The Surprise May Just "VANish" Review

VANish would have seemed at home at the 1996 Sundance Film Festival, when the first wave of Tarantino imitators were shelling their wares to a studio system that couldn’t pay our fast enough. Of course, as history has taught us, that trend of fast-talking, gun-waving slacker criminals didn’t die out then, but it’s hard to imagine who exactly director Bryan Bockbrader thought he was going to shock. All of the characters play hard at getting the highest decibel intensity that they can, but even the actors seem to know that this schtick is long past its shelf life.

Jun
06
2015
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When I Was 17, It Was "A Most Violent Year"... Review

You'll never do anything harder than staring someone in the eye and telling the truth.

J.C. Chandor has had one hell of a start as a writer-director. First came his film about the financial collapse, Margin Call (2011). Then All is Lost (2013), his film with Robert Redford struggling to survive a yachting misadventure. Then, late last year, came his third film, A Most Violent Year (2014), an American tale of a semi-crooked businessman making a land deal during the most violent year in the history of New York City. Next year, he's slated to release a film about the Deepwater Horizon disaster. When people bemoan the lack of original voices and serious subject matter in films, point them to J.C. Chandor and the unbroken string of subtle, interesting, and brilliantly acted movies.

Jun
03
2015
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Pryor Omits "The Logic", But Never the Truth Review

When Richard Pryor first burst onto the comedy scene in the mid-Sixties, he was hardly the man most of us know today--the edgy and occasionally uncomfortable stand-up and actor who shocked people with his frank and funny takes on race in the United States. Rather, he was a nervous guy who suffered from stage fright and modeled his act on Bill Cosby’s mainstream, family-friendly brand of humor. If he had remained that man, we probably would not still be talking about his life and his work today. However, Pryor eventually threw caution to the wind, embraced the counterculture and built a reputation as someone who wasn’t afraid to tell the bold truth under the guise of entertainment.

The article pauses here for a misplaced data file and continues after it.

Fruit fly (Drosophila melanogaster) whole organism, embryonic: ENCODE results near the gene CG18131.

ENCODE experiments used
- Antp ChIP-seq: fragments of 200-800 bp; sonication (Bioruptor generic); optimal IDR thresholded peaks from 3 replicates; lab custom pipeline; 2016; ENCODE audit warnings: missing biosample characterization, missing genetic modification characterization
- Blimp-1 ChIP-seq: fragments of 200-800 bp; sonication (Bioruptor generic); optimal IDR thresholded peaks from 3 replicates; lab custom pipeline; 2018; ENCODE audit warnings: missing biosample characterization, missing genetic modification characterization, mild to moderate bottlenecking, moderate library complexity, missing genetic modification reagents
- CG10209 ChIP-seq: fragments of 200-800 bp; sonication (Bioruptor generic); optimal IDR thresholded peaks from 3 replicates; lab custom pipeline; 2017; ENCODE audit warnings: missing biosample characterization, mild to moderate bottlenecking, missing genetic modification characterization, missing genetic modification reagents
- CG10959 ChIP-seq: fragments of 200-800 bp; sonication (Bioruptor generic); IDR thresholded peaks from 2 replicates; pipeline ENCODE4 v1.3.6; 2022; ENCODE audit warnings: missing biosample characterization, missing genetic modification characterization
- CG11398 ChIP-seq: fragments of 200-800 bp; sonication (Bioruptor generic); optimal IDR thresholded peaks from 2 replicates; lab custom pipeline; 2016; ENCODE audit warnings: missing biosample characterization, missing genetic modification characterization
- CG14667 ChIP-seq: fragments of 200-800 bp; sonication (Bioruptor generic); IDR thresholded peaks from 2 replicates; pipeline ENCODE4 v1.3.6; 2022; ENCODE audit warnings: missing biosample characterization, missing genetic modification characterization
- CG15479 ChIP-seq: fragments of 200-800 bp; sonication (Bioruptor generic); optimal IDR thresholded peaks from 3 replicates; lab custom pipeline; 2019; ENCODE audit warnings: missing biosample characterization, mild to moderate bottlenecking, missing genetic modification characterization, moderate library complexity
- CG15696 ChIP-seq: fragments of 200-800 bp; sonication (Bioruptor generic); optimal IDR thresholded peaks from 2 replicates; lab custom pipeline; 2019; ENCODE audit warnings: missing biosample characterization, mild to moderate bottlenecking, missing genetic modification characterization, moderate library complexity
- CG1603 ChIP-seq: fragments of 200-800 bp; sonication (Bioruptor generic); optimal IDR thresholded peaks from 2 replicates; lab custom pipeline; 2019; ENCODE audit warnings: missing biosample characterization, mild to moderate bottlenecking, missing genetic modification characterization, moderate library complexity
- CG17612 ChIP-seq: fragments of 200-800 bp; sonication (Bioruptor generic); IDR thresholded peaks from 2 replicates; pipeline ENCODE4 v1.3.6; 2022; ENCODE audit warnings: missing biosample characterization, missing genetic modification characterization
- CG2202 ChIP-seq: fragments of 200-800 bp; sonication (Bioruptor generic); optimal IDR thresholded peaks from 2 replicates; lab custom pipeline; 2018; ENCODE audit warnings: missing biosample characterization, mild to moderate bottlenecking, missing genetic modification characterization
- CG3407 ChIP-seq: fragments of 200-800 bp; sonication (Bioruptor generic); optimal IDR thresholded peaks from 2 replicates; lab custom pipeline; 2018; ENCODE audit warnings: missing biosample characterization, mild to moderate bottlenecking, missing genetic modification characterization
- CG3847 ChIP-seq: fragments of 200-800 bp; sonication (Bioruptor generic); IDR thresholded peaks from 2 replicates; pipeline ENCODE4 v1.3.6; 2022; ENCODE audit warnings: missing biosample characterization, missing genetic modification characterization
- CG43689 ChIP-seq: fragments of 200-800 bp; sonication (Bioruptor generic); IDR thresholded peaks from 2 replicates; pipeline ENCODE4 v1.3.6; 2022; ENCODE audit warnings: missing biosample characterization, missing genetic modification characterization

Jun
03
2015
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"To Write Love On Her Arms" Is To Take Her At Face Value Review

All this is for me?

Renee (Kat Dennings) is an imaginative and special person with a couple of very close friends Dylan (Mark Saul) and Jessie (Juliana Harkavy). She's been diagnosed with Bipolar disorder and is barely managing her demons when a terrible incident leads her into a two year vicious death spiral of addiction, abuse, and self harm. When things hit rock bottom in Daytona, Renee gets back in touch with Dylan and Jessie. This leads her to Dylan's boss, David McKenna (Rupert Friend), who is a recovering addict and alcoholic. Together, they try to get Renee into rehab, but they won't take her until she detoxes. So, for the next five days, Dylan, Jessie, David, and his friend Jamie help her stay clean.

Jun
02
2015
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There Are Many Kinds Of "Life Partners" Review

Nothing changed for you.

It would be slightly unfair to prattle on about Life Partners (2014) in the context of gay/lesbian films. First and foremost, it's a comedy and the lesbianism of one of the characters is, in some ways, incidental and mostly uncontroversial. That is to say, there's no struggle with sexual identity or coming of age or dark psycho-sexual elements to the film that dominate most of its consœurs. That said, it does have a scene where they play a game called "How many lesbians can you fit in a Subaru?" so I think we can say this is a lesbian film. If director Susanna Fogel and her writing partner Joni Lefkowitz can ironically bring up stereotypes, then I can point out that they do a grand job of undermining the stultifying stereotype that lesbians (and films about them) can only be solemn or tokens. Life Partners is well-rounded, carving out its own collection of issues of interest while also being pretty damn funny.

Jun
02
2015
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"The Missing" Never Finds What It's Looking For Review

I found something.